If you see a writer in a movie, most likely she (or he) will be tapping on a laptop. But many young writers are doing it on mobile phones, and sometimes in teams.
Daniel, who takes the pen name LisVender begins the story, which his writing team decides to call A Small Case of Writer’s Block.
The tapping of Sara’s pen against her glasses became so rhythmic that it sounded like a metronome set to allegretto. She spun in her swivel chair, watching the bookcases in her study swing by. She had to admit it: her story was stuck, her characters were stuck, and so was she.
Ella, pen name Elle, who has 313 stories under her belt, then picks up the tale.
Sighing, she slumped forward, forehead hitting the desk with a thump. How was she going to keep the plot rolling forward, give her characters the development they needed? Her eyes swivelled to the window, the glass frosted over with thin ice. Maybe a walk outside in the cold
At 276 characters, Elle has nearly reached her 280 limit, so she stops mid-sentence and passes the story to the next writer. (You can read the rest of the story at the bottom of this page.)
Welcome to the world of Inkvite, one of a number of creative-writing platforms popular with teenagers and young adults in the US. It allows users to share stories, comment on them, and also collaborate.
Here five Inkvite authors explain its appeal.
Gabriela – pen name, Athalia
I’m a student in Houston, Texas. I’ve dreamed of being a published writer since I was little.
I’ve posted more than 390 stories on the Inkvite app in the past two years, specialising in fantasy and science fiction.
We express a lot of our inner turmoil and emotions on the app. It’s one of the things that brings us together.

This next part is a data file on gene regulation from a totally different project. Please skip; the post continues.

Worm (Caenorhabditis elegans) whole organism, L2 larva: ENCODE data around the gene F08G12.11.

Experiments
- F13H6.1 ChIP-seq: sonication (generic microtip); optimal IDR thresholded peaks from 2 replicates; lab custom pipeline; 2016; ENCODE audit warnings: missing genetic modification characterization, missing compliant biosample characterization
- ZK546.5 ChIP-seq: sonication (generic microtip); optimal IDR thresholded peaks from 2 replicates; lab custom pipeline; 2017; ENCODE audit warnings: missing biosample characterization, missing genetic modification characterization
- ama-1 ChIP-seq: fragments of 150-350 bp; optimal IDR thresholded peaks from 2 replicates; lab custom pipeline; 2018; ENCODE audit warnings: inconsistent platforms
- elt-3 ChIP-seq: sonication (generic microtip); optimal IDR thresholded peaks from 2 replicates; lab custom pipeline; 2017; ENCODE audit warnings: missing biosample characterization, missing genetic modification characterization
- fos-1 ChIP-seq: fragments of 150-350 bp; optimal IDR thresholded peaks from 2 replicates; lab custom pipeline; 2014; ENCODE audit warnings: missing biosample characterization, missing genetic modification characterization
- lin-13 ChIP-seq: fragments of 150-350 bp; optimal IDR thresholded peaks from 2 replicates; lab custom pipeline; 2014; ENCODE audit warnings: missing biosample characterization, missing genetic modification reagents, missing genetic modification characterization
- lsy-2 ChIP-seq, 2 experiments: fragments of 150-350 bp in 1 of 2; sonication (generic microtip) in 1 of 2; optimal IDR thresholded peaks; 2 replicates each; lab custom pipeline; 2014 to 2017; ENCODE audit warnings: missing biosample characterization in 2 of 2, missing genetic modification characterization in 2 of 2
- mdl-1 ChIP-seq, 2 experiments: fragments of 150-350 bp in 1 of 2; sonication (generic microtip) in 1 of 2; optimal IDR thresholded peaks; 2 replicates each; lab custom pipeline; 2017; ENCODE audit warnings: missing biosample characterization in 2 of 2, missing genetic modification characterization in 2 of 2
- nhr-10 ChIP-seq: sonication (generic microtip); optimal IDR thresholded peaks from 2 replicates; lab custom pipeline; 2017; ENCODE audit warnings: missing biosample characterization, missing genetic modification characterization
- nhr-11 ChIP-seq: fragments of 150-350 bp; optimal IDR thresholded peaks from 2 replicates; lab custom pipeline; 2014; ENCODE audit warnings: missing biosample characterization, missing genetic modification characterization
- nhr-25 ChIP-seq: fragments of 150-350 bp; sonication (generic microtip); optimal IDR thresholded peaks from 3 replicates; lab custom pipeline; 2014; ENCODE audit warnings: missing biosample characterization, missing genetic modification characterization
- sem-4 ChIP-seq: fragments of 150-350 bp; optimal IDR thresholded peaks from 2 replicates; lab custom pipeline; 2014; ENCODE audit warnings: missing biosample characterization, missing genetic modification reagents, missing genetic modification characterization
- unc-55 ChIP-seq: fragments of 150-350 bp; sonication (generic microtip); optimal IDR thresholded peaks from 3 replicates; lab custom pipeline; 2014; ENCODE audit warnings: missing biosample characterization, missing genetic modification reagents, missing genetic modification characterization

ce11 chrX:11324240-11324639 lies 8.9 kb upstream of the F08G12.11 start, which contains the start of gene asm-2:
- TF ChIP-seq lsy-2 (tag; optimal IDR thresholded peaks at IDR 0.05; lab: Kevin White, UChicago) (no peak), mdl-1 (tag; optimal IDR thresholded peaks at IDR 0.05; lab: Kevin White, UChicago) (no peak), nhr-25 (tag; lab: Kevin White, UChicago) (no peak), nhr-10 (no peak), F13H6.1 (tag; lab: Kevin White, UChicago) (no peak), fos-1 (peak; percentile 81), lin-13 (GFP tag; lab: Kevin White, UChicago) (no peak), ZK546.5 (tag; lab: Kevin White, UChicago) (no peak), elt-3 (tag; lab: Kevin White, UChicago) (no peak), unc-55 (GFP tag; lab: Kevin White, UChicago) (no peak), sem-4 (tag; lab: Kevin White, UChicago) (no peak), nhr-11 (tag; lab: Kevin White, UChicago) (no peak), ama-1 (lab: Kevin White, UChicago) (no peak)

Some writers do this through their fiction, others treat the platform more like an open diary.
I remember one time I saw what my friend Phoenix had written and I knew she was in trouble.
I could tell Phoenix was going through turmoil and serious stress, venting her emotions in the story.
But I could also see that she was reaching out for help. So that’s why I dedicated a story to her, for encouragement, which I posted on Inkvite that same night.
Phoenix messaged me privately on the app to say she appreciated it. We can also leave public feedback on stories.
Inkvite gives you support, both creative and emotional. It’s tight-knit.
I think it’s cool because we are all these strangers writing on an app, but we have this mutual respect and we treat each other as family.
Yi Ting – pen name, Clara
I remember I cried when I read Athalia’s writing on Inkvite. She writes updates about her family life and poetry. I wrote messages to support her.
If I read something depressing, I’d message her to say, “if anything happens to you in the future you can always find me and talk to me”. I hope she feels better.
I joined Inkvite when I was 12 in 2016. At first I was still discovering my own writing style. I’m Malaysian and it’s a way to improve English. Now I do mainly fantasy and romance. It’s nice to have people to support you in their comments – writing is really a lonely path.
I write in pairs, but never a four. It’s too crowded. When I collaborate I love writing with Elle. Luckily, because of the time difference, she starts early and I write late at night. I was a fan of Elle’s stories and she had been a motivation for me to keep on writing, so I messaged her and I asked for a collaboration.
Ella – pen name, Elle
I started writing when I was 10. I never shared any of my work with anyone, just saved it on a file on a computer. My friends eventually encouraged me to break out of my bubble. From around the age of 14 I started writing on Inkvite.
I moved around a lot in my childhood: Connecticut, New York, New Jersey. I was changing schools all the time. I’m generally shy, making friends was difficult.
Inkvite and its writing community was a constant for me, when everything was changing.
Social writing platforms
Inkvite is only one of a number of apps that enable people to write on their mobile phone, comment on each other’s work, and chat publicly and privately. Others include:
Wattpad – Started in 2006 and based in Canada, it has more than 70 million users and 400 million uploaded stories, making it much bigger than Inkvite
Movellas – A platform founded in Denmark in 2009 – it’s popular with teenagers and has been used in schools as a way to teach English